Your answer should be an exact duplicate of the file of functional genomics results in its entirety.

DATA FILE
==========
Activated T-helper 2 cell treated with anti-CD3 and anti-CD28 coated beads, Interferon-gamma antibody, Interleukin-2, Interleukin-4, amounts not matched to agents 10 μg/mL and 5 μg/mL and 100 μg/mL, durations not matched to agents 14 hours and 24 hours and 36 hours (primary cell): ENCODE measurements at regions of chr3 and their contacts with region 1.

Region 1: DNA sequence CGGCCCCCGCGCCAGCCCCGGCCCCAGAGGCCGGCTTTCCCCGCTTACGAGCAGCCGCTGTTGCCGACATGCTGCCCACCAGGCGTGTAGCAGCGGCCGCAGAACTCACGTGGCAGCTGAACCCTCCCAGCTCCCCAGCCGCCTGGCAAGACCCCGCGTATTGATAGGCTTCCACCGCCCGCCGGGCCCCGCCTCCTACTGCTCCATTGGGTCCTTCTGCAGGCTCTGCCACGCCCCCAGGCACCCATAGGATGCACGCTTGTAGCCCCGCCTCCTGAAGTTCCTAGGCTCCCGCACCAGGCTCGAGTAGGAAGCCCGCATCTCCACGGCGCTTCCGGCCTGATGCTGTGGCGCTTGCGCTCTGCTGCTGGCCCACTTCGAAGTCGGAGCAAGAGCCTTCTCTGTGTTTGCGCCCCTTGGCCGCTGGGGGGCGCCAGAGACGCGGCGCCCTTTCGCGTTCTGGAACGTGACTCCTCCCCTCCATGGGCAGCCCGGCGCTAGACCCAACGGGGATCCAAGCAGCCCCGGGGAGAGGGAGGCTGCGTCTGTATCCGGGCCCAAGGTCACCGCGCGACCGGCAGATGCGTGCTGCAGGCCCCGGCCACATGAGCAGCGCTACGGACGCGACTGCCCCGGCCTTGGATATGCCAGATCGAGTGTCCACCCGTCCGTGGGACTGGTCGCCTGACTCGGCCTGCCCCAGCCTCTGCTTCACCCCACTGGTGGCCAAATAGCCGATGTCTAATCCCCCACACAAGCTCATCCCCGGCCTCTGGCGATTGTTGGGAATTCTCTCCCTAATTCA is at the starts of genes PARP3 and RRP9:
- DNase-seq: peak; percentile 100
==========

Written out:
Activated T-helper 2 cell treated with anti-CD3 and anti-CD28 coated beads, Interferon-gamma antibody, Interleukin-2, Interleukin-4, amounts not matched to agents 10 μg/mL and 5 μg/mL and 100 μg/mL, durations not matched to agents 14 hours and 24 hours and 36 hours (primary cell): ENCODE measurements at regions of chr3 and their contacts with region 1.

Region 1: DNA sequence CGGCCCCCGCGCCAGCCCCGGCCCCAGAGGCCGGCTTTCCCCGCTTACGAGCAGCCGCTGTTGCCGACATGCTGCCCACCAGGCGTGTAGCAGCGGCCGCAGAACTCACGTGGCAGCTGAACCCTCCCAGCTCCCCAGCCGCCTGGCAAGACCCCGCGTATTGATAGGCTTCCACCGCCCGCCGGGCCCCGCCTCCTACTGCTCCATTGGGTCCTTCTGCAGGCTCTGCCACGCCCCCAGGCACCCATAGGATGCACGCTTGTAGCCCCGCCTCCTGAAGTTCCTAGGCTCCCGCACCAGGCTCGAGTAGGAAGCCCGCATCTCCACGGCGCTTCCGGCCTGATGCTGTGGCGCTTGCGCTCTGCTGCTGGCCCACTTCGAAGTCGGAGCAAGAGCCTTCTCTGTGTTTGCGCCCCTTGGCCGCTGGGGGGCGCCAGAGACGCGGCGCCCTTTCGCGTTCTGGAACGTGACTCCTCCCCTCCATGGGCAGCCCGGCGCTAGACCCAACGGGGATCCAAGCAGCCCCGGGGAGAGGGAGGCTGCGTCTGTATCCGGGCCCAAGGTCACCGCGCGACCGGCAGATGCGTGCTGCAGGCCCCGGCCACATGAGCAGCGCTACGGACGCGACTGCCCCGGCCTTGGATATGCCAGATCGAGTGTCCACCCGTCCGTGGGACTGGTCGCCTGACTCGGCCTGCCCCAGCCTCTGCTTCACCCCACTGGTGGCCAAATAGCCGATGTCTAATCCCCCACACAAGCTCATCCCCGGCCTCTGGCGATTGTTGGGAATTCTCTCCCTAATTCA is at the starts of genes PARP3 and RRP9:
- DNase-seq: peak; percentile 100